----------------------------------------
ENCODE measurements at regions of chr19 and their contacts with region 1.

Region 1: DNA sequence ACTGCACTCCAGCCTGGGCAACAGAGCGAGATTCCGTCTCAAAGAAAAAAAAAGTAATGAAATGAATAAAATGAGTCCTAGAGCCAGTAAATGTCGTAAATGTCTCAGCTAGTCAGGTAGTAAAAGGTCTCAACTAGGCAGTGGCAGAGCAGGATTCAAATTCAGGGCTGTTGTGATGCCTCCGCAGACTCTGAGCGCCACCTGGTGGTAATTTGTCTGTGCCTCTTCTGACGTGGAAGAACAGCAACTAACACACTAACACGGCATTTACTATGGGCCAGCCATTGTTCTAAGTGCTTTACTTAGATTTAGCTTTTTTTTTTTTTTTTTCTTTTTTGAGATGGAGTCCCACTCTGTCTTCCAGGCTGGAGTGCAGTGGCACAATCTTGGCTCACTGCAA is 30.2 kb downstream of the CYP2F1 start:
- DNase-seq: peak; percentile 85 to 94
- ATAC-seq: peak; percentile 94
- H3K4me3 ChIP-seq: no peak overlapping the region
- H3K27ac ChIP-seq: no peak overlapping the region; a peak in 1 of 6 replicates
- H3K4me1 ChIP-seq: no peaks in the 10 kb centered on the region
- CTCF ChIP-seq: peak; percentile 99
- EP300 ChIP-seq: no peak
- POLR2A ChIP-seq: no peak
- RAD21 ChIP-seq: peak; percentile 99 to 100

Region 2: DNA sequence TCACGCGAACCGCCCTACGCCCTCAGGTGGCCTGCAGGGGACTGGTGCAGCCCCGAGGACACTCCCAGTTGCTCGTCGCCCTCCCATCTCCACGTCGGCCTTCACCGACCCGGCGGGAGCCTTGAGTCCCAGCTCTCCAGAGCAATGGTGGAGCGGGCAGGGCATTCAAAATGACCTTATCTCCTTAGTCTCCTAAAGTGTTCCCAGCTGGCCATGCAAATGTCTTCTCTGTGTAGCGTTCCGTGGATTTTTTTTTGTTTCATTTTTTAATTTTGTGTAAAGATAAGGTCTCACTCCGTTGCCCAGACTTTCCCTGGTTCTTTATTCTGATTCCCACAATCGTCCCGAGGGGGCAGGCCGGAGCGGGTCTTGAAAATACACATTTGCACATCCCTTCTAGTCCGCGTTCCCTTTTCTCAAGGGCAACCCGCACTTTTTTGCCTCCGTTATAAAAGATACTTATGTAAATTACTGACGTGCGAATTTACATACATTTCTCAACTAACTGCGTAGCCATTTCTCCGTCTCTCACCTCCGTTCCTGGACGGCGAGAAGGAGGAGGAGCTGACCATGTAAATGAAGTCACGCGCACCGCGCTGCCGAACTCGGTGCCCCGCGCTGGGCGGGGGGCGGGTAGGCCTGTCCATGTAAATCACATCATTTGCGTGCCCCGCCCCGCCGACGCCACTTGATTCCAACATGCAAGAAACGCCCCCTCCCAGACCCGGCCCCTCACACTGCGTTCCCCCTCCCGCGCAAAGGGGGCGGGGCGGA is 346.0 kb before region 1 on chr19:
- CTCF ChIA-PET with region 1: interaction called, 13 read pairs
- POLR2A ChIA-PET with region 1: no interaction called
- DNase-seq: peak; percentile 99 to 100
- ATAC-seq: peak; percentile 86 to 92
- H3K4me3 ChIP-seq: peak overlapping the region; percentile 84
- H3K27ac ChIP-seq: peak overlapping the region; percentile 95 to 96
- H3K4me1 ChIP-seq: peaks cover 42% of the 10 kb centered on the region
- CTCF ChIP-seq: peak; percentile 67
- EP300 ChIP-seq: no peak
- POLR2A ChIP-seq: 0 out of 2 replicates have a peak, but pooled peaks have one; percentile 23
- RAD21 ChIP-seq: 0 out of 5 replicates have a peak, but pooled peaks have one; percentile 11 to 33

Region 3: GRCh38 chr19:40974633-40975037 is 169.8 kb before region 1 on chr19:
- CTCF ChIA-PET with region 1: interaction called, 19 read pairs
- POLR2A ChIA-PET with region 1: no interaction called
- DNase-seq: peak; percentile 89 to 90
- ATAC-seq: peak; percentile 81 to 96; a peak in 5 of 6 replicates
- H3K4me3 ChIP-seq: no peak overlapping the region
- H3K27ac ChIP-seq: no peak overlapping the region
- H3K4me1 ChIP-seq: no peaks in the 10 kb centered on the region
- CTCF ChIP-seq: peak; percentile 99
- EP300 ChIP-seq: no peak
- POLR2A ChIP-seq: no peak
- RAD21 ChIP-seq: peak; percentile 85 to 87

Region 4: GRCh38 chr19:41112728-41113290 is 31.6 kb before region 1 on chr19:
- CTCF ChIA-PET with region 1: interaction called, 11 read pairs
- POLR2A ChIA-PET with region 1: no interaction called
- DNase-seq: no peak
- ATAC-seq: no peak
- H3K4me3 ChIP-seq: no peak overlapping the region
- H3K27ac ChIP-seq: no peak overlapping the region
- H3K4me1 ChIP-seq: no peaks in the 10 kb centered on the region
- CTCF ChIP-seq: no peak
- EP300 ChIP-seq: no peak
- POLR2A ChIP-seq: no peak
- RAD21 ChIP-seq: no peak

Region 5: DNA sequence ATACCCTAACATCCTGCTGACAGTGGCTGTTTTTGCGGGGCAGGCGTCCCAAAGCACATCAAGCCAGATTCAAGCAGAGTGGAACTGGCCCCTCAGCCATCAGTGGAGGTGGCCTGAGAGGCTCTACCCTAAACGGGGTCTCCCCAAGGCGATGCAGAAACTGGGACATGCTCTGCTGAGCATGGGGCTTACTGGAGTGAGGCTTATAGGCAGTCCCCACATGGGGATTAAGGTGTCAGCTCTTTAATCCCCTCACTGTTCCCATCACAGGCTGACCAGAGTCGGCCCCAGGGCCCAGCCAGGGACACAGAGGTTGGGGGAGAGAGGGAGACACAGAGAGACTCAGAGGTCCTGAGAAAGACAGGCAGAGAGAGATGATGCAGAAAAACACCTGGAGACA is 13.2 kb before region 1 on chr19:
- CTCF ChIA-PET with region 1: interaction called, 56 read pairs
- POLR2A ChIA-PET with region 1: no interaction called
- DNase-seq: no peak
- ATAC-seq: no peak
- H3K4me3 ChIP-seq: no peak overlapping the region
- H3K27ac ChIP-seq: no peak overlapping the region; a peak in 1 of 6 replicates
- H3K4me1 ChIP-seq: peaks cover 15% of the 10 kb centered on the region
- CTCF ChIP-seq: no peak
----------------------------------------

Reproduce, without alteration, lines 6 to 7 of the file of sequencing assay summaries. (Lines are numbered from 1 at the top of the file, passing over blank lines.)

- H3K27ac ChIP-seq: no peak overlapping the region; a peak in 1 of 6 replicates
- H3K4me1 ChIP-seq: no peaks in the 10 kb centered on the region